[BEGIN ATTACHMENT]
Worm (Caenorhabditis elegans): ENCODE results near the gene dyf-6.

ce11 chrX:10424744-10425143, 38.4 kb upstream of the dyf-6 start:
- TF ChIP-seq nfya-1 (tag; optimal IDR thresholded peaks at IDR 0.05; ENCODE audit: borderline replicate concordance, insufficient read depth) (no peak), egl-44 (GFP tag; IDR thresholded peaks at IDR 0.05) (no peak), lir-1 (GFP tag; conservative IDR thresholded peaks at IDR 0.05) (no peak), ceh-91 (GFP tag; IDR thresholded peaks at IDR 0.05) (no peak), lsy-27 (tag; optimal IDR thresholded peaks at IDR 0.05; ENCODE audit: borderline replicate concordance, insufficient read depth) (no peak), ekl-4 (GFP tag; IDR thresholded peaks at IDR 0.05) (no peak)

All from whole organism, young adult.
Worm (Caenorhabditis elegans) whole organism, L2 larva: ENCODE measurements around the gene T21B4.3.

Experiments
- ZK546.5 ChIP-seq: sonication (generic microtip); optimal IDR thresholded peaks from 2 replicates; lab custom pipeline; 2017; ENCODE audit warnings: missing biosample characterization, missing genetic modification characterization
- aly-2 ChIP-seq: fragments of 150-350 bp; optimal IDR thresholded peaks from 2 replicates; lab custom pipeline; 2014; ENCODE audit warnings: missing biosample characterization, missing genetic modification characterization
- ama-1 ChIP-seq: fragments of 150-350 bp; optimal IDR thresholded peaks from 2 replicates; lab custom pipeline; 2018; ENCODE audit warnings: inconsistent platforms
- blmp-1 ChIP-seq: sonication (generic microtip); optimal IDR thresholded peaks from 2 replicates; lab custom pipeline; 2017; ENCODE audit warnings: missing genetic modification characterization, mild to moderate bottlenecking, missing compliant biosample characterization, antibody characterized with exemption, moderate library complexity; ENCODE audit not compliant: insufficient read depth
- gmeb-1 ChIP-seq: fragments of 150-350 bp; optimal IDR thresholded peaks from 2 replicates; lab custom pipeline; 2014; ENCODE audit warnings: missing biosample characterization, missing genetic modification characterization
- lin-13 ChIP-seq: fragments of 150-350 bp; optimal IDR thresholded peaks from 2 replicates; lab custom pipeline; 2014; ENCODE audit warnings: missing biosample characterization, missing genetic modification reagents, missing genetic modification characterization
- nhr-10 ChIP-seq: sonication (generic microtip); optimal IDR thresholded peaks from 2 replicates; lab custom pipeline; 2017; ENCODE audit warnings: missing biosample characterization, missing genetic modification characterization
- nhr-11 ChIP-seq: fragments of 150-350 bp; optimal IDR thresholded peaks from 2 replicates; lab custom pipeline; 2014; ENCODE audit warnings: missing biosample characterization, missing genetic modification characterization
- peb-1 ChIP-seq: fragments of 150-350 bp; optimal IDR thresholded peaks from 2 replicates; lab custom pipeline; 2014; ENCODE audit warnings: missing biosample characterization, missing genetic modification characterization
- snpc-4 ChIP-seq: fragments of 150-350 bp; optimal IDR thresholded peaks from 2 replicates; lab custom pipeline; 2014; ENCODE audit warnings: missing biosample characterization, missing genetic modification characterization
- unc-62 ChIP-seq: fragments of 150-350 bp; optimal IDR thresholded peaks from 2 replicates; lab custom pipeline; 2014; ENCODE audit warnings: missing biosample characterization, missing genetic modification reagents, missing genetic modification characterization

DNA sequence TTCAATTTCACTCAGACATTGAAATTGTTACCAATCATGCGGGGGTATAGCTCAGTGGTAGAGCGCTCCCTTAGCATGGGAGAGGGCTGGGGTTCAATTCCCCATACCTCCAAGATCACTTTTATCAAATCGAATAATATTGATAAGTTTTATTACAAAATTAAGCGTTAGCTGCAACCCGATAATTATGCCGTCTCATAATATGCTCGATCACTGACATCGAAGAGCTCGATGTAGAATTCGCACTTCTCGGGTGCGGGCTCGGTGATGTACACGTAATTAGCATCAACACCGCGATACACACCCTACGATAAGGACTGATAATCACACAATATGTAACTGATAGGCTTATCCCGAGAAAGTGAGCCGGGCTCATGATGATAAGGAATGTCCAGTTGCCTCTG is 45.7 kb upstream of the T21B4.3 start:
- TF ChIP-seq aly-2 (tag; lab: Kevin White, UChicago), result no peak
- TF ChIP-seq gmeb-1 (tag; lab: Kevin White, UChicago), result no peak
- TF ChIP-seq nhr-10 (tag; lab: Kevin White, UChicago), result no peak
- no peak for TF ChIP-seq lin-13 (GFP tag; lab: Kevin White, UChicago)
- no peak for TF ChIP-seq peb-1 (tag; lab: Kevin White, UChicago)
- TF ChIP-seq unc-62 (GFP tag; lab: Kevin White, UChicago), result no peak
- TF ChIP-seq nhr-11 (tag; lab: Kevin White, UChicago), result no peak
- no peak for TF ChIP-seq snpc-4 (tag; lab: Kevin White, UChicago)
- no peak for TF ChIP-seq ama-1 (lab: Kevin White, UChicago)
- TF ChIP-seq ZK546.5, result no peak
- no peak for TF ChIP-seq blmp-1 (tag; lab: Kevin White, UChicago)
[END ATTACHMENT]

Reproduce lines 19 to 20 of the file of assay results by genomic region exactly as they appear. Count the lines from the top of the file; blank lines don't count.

- TF ChIP-seq aly-2 (tag; lab: Kevin White, UChicago), result no peak
- TF ChIP-seq gmeb-1 (tag; lab: Kevin White, UChicago), result no peak